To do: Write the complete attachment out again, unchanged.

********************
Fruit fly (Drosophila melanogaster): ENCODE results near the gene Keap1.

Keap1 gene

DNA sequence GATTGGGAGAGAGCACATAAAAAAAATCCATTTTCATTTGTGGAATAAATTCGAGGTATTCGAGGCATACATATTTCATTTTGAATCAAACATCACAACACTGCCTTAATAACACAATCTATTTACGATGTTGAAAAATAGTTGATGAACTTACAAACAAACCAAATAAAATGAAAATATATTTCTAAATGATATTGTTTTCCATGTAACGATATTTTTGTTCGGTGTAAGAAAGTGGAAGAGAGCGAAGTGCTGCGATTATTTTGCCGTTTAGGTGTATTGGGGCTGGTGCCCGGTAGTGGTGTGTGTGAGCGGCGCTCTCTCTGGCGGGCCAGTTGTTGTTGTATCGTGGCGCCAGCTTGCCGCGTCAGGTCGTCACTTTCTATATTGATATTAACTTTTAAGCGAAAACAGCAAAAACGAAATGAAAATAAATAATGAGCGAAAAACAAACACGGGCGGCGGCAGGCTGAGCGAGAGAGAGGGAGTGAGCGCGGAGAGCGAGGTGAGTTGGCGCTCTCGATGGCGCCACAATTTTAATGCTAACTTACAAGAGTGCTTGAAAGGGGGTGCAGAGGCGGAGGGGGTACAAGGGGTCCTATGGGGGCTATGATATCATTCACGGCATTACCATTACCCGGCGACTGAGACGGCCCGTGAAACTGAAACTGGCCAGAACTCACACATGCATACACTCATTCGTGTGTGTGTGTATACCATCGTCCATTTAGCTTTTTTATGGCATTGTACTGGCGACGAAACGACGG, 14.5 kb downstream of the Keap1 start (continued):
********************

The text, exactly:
Fruit fly (Drosophila melanogaster): ENCODE results near the gene Keap1.

Keap1 gene

DNA sequence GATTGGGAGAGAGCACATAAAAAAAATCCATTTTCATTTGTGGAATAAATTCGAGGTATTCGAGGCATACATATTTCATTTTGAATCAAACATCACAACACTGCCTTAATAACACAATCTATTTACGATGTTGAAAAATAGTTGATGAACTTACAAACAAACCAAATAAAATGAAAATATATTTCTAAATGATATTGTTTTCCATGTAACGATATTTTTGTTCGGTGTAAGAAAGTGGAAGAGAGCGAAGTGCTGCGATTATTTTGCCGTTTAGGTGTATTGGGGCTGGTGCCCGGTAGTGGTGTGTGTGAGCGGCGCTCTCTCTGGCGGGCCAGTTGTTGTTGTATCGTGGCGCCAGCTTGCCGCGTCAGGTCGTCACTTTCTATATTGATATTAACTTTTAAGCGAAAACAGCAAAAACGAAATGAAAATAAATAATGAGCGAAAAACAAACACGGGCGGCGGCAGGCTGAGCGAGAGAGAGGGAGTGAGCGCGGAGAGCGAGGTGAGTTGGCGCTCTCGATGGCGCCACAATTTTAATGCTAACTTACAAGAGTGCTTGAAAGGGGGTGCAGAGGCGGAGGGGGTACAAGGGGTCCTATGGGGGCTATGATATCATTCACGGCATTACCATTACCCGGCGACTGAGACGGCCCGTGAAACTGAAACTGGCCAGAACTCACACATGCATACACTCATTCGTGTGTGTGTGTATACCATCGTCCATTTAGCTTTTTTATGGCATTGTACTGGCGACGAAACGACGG, 14.5 kb downstream of the Keap1 start (continued):